Skip to content


In Re: Boya Lingadu Alias Dubbodu - Court Judgment

LegalCrystal Citation
SubjectCriminal
CourtChennai
Decided On
Reported inAIR1940Mad509; (1940)1MLJ428
AppellantIn Re: Boya Lingadu Alias Dubbodu
Excerpt:
- - it can hardly be urged that the jury was not competent to decide the simple question whether the evidence regarding the production of these properties by the accused was reliable or not, and the mere fact that the opinion is one with which the learned trial judge does not agree, does not make the jury's opinion a perverse or unreasonable one......fact that the opinion is one with which the learned trial judge does not agree, does not make the jury's opinion a perverse or unreasonable one. apart from this, there is the fact that the trial itself was not according to law because the charges were wrongly joined. two distinct offences of theft in two separate houses were tried at one and the same trial, and the alternative charges under section 411, indian penal code, were also in respect of each of these transactions. in other words, there were two charges under section 411 in respect of the properties stolen from the two houses. we see no reason to accept the reference. the records are therefore returned to the sessions judge. the accused is acquitted and he should be set at liberty unless liable to be detained for some other.....
Judgment:

Pandrang Row, J.

1. This is a reference made by the Sessions Judge of Anantapur in respect of a verdict of not guilty returned by the jury on a charge of theft and in the alternative of retention of stolen property knowing it to be stolen. The case was a very simple one. The only evidence incriminating the accused was that certain articles were produced by the accused before the Police Officer, who investigated the case, and another witness. The ownership of the articles was proved by the persons in whose houses the thefts had taken place. The suggestion in the cross-examination of the Police Officer was that the articles said to have been produced by the accused were really handed over to the Police by the complainants themselves, and it is possible that the jury thought there was some truth in this suggestion. The jury's verdict was unanimous, and it cannot be said that simply because there is no reason to be found in the record for disbelieving the evidence of these two witnesses the jury's verdict must be regarded as perverse or unreasonable. The jury were entitled to form and express their own opinion as regards the reliability of these two witnesses, and one cannot exclude the possibility that they might have formed an adverse opinion on account of the demeanour of the witnesses or some other cause which does not find any mention in the record. It can hardly be urged that the jury was not competent to decide the simple question whether the evidence regarding the production of these properties by the accused was reliable or not, and the mere fact that the opinion is one with which the learned trial Judge does not agree, does not make the jury's opinion a perverse or unreasonable one. Apart from this, there is the fact that the trial itself was not according to law because the charges were wrongly joined. Two distinct offences of theft in two separate houses were tried at one and the same trial, and the alternative charges under Section 411, Indian Penal Code, were also in respect of each of these transactions. In other words, there were two charges under Section 411 in respect of the properties stolen from the two houses. We see no reason to accept the reference. The records are therefore returned to the Sessions Judge. The accused is acquitted and he should be set at liberty unless liable to be detained for some other cause.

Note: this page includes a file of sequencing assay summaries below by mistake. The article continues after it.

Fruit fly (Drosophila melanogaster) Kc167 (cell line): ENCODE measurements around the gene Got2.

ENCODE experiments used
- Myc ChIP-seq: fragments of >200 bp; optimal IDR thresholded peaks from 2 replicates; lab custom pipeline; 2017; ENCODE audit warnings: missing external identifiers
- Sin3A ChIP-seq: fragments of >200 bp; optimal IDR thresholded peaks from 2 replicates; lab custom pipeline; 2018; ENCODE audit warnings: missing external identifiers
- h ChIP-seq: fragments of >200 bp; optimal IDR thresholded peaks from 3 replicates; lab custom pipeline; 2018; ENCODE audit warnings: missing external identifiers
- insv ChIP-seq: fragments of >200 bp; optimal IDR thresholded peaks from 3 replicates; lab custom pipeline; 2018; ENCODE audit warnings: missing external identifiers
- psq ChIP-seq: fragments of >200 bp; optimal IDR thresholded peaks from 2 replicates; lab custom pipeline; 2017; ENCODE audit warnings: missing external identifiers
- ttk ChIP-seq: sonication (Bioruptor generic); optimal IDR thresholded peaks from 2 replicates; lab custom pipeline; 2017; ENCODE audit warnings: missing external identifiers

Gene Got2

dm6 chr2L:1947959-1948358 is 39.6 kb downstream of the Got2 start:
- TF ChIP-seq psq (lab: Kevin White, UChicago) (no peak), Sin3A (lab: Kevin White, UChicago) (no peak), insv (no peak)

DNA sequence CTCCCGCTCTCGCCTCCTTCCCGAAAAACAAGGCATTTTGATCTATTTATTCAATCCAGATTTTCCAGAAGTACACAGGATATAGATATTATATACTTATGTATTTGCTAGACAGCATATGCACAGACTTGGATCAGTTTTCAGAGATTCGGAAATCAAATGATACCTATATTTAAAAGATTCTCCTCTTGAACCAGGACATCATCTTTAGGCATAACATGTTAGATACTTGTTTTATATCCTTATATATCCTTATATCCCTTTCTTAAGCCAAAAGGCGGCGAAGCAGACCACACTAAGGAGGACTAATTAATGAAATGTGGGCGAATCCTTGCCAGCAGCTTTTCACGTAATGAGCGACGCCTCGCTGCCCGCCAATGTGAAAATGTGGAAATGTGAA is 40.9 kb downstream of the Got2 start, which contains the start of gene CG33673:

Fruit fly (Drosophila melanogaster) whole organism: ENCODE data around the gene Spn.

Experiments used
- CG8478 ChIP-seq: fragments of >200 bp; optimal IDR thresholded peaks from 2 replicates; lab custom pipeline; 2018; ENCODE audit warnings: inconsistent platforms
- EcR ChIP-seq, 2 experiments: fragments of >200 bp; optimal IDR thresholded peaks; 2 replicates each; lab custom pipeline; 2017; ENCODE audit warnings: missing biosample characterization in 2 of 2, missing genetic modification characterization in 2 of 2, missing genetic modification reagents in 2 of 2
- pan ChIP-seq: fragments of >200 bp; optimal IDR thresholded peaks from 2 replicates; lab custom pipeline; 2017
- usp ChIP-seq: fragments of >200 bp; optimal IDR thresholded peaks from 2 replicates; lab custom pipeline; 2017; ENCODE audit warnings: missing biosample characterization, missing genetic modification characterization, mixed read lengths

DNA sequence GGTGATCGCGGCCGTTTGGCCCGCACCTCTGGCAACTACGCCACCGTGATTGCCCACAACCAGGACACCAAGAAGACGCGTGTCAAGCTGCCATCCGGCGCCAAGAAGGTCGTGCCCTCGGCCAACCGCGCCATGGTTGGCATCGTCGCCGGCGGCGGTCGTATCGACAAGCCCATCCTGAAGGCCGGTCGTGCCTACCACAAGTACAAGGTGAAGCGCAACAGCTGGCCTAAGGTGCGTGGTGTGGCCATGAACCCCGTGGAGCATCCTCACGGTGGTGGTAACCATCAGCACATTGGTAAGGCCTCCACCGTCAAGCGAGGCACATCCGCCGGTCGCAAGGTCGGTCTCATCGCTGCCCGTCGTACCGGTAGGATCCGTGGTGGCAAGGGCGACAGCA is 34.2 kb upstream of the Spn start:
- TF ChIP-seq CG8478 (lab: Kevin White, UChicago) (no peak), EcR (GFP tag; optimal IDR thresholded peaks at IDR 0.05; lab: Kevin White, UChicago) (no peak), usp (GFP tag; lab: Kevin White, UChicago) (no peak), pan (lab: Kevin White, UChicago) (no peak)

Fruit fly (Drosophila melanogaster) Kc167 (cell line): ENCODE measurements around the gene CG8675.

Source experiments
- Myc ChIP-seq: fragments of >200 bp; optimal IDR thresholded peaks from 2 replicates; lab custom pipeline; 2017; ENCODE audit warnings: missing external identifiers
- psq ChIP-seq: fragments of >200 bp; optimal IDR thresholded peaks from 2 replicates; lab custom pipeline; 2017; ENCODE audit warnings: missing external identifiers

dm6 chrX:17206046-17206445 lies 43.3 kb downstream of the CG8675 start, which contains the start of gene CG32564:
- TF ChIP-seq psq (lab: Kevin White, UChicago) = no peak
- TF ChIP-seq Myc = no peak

Save Judgments// Add Notes // Store Search Result sets // Organizer Client Files //